by May 10, 2002 0 comments



It is not that supercomputers are the domain of only the affluent nations. India has a fair number of supercomputing installations engaged in everything from aircraft and missile design to weather forecast to academic research. More than that, many of these are home-grown designs of high-performance clusters.

The most famous of the made-in-India supercomputers is the Param (Parallel Machine) from C-DAC. But the Param is not the only supercomputer to be built in India. There are at least three other independent efforts at building supercomputers that have been successful. There is the Flosolver (now the SuperSolver) from Hindustan Aeronautics, Bangalore; the Anupam from BARC Bombay; and Anurag from DRDO, Hyderabad. And all of them taken together, along with the few commercially-available supercomputers, should add up to at least thirty to forty supercomputer installations in the country.

The Hansa, India’s first all-composite trainer aircraft, was designed using an indigenously developed supercomputer, the FlowSolverC-DAC was itself started to build an indigenous supercomputer when the US refused to sell an older Cray for monsoon prediction work. The Param is currently a cluster of off-the-shelf Sun UltraSPARCs. Since it was first launched, the Param has seen a couple of generations go by, and is currently at Param 10000. The Param series started off with the 8000, which used INMOS transputers for the compute and service engines. The 8600 used the i860 RISC processor as compute nodes and the transputer as service nodes. The 9000 could use the SPARC, Alpha or PowerPC. The current Param, the 10000, is based on the UltraSPARC II 300 MHz, with up to four compute nodes, another four as file servers, two as graphics workstations and one as Internet server, adding up to a maximum of 12 machines in the cluster. The 100 GFlops Param 10000 is installed at the National Supercomputing Facility, Pune. 12 Params of 6.4 Gflops peak capability are installed at various engineering colleges, including the IITs. The Param is perhaps the only Indian supercomputer to be exported, with installations in Singapore, Moscow and Germany.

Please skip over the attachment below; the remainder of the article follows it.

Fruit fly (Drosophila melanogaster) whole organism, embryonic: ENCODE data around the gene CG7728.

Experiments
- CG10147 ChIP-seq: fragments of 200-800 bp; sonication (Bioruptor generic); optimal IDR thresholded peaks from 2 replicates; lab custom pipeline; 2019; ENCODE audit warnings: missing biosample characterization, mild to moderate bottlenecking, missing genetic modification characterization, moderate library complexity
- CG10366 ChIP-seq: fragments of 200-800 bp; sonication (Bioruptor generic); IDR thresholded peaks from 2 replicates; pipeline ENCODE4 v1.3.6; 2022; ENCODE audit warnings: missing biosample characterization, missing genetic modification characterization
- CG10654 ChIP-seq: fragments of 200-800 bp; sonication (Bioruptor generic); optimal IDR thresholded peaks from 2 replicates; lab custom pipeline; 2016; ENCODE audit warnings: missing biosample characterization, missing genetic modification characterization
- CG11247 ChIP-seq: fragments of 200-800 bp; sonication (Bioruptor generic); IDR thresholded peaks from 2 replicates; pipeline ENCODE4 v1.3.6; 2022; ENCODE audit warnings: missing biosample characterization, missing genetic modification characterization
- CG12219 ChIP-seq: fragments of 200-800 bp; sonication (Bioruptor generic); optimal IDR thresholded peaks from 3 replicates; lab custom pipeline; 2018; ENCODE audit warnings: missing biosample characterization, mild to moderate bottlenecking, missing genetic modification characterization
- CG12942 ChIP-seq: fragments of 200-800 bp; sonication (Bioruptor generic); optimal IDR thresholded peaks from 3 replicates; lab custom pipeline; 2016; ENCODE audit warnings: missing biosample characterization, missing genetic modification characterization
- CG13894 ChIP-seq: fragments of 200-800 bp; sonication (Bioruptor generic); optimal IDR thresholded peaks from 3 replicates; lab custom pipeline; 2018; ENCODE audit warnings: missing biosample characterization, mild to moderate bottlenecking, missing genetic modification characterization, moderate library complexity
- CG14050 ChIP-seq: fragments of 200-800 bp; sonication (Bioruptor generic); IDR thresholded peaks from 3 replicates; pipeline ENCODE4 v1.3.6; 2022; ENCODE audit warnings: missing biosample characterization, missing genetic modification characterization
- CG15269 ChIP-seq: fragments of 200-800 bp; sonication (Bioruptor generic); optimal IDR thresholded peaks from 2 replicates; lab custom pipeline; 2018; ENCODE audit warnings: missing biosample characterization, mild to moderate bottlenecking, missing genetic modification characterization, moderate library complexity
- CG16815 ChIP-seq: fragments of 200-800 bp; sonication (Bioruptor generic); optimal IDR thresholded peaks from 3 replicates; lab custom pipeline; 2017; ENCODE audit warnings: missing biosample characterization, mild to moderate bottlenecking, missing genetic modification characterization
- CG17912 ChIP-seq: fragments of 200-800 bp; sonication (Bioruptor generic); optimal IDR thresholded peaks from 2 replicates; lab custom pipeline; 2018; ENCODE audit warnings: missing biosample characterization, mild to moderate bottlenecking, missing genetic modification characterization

The Flosolver program started in 1986, and its claim to fame is that it has been used in the analysis of missiles. Its successor the SuperSolver has been used in the design of the Hansa aircraft. The Hansa is India’s first all composite trainer aircraft. The SuperSolver is a cluster of four R8000 64 bit RICS CPUs at 75 MHz, with a peak performance of 1.2
GFlops.

The Anupam series of BARC (Bhabha Atomic Research Centre, Mumbai) supercomputers uses run of the mill PCs or Alpha work stations to achieve supercomputing speeds. The program started in 1991 with a 4 node machine based on Intel 860 microprocessors with a sustained speed of 32 Mflops, and has currently reached a 84 node PIII based system with a sustained speed of 15 Gflops. BARC is now working on a 128 node Alpha-based supercomputer, which should reach a sustained speed of 50
Gflops. 

Besides BARC, there are about 11 Anupam supercomputers installed at various locations, ranging from the Vikram Sarabhai Space Centre, Thiruvananthpuram to the Aeronautical Developement Agency, Bangalore, and the National Centre for Medium Range Weather Forecasting, Delhi. 

The Anurag (Advanced numeric Research and Analysis Group) supercomputer project of the DRDO was started in
1995-96. The details of the specification are not available, but it is known that this machine has been used in the LCA project

The latest from this front is a plan to network all the supercomputers in the country to form a grid. Dubbed the I-Grid, this initiative by C-DAC is expected to be implemented as part of the 10th five-year plan.

Krishna Kumar with Pragya Madan in Mumbai, Zia Askari in Hyderabad and Suma EP in Bangalore

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